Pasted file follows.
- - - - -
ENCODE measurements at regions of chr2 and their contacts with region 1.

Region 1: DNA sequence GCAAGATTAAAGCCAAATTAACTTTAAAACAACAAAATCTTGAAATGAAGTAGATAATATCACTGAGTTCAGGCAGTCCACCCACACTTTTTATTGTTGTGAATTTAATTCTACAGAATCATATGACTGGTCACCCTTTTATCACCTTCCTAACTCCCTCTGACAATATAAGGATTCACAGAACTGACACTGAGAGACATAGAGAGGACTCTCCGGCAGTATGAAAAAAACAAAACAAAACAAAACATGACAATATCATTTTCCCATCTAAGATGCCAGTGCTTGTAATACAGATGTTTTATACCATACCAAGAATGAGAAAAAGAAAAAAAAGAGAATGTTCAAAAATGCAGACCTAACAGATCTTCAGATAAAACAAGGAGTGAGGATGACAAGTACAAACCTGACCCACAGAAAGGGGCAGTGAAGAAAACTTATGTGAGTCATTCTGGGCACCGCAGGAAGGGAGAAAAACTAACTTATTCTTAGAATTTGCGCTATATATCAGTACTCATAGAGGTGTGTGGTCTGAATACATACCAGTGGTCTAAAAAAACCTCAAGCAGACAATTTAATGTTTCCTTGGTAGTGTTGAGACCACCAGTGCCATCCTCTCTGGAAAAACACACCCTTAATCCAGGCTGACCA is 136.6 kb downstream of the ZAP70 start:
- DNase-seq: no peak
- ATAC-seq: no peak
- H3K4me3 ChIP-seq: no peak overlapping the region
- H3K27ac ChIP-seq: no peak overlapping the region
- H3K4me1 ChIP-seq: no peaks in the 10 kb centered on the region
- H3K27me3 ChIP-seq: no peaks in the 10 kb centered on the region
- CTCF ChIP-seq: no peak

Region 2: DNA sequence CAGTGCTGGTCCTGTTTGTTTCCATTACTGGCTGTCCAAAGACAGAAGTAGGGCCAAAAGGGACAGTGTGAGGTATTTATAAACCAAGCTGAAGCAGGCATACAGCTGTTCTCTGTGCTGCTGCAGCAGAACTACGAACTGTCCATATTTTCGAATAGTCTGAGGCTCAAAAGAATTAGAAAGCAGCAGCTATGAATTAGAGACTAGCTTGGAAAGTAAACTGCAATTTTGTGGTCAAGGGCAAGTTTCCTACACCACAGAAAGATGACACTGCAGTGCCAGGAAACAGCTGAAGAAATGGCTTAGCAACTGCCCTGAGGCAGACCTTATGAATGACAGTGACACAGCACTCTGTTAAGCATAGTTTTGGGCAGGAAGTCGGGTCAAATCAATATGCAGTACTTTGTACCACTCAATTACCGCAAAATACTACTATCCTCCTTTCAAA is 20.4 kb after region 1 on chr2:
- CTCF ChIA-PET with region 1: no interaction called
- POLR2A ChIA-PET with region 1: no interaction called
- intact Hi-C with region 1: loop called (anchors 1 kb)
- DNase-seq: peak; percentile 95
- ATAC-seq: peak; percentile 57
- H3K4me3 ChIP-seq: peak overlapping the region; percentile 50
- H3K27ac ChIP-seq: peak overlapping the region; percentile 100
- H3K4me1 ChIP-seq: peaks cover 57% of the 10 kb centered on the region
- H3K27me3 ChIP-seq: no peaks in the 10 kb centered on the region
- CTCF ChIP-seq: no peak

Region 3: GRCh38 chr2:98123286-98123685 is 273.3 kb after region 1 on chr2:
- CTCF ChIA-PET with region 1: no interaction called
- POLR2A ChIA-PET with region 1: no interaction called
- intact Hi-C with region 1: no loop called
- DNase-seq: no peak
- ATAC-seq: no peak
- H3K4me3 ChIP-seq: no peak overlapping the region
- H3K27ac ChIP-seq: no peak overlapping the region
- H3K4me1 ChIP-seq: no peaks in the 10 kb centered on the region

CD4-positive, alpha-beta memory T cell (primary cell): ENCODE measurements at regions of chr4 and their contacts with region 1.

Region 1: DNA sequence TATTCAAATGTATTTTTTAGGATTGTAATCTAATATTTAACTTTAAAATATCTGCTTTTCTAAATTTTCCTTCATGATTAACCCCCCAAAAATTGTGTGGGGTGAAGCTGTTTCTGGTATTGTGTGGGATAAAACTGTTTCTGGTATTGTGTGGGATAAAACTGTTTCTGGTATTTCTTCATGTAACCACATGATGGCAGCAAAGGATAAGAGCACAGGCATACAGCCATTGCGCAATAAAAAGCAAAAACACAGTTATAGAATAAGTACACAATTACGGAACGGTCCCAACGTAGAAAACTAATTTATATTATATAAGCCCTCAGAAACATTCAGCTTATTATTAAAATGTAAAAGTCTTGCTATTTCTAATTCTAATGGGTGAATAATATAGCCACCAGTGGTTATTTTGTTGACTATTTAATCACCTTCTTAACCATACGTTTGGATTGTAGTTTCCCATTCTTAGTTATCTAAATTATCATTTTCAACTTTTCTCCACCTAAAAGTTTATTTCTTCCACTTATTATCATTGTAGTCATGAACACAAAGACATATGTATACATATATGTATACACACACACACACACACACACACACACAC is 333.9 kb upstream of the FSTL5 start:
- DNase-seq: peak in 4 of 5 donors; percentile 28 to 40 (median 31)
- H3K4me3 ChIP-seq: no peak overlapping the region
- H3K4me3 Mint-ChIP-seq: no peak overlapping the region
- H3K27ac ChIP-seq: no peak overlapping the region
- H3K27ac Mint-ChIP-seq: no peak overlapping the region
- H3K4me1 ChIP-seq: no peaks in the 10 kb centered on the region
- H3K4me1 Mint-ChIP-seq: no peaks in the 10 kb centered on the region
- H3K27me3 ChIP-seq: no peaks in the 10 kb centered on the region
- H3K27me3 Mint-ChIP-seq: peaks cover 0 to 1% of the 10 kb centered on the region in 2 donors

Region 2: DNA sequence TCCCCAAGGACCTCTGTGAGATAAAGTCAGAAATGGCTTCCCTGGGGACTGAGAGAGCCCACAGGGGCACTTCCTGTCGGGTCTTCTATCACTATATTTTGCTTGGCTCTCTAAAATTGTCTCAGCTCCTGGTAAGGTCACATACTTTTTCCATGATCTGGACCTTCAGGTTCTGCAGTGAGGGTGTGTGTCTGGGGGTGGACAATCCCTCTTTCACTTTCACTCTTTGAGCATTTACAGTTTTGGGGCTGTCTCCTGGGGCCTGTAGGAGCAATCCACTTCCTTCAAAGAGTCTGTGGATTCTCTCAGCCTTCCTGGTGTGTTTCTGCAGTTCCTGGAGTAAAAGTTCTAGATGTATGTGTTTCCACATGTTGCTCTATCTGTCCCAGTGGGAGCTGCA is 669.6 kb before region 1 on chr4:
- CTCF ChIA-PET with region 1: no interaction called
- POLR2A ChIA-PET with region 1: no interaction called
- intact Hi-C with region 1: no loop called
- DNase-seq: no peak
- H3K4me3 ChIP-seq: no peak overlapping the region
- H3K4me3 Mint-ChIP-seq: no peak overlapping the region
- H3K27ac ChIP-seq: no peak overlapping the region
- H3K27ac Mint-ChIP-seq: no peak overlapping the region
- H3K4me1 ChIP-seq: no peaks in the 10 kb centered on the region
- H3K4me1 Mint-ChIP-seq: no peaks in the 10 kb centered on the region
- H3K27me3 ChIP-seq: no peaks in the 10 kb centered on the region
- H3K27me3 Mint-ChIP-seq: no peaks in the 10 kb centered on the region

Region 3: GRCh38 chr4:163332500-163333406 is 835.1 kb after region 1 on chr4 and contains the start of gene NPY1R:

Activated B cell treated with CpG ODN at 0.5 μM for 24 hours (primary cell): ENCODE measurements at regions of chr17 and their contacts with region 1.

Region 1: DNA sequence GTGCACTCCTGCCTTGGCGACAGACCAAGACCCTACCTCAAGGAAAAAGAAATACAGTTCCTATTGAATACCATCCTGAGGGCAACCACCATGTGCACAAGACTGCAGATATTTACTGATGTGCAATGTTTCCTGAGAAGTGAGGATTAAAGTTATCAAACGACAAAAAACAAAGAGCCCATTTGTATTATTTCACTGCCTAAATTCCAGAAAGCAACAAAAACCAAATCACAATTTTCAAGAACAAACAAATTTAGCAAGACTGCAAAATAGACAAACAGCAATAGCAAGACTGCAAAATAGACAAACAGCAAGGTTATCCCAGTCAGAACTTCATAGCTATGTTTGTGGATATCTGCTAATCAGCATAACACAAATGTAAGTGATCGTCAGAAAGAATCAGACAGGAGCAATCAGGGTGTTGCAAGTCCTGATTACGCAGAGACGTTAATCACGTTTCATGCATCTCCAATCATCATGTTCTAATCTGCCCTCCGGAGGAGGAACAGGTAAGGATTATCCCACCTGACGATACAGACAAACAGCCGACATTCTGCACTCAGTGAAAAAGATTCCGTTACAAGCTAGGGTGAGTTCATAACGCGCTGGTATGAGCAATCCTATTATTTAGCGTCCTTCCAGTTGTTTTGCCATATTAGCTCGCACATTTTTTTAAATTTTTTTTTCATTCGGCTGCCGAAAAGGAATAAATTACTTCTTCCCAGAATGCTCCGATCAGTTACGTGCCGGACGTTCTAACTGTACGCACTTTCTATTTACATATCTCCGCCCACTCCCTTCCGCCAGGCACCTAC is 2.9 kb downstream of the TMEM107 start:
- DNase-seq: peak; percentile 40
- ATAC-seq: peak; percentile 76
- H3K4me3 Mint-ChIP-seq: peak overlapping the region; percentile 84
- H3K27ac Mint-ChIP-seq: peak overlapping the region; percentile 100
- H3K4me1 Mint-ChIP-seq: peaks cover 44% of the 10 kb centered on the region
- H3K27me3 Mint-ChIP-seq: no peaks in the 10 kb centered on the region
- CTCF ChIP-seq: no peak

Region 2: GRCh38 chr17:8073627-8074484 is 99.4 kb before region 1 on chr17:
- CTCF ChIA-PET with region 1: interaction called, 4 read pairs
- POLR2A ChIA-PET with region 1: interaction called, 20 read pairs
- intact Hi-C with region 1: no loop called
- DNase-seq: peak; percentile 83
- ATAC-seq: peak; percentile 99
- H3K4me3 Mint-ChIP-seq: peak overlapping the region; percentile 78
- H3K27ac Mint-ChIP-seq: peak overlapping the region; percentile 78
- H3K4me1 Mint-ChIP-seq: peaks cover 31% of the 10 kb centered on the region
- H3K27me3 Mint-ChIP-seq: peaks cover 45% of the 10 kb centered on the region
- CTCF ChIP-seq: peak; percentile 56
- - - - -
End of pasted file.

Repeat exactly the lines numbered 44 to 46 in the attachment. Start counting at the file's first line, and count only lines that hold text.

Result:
- intact Hi-C with region 1: no loop called
- DNase-seq: no peak
- H3K4me3 ChIP-seq: no peak overlapping the region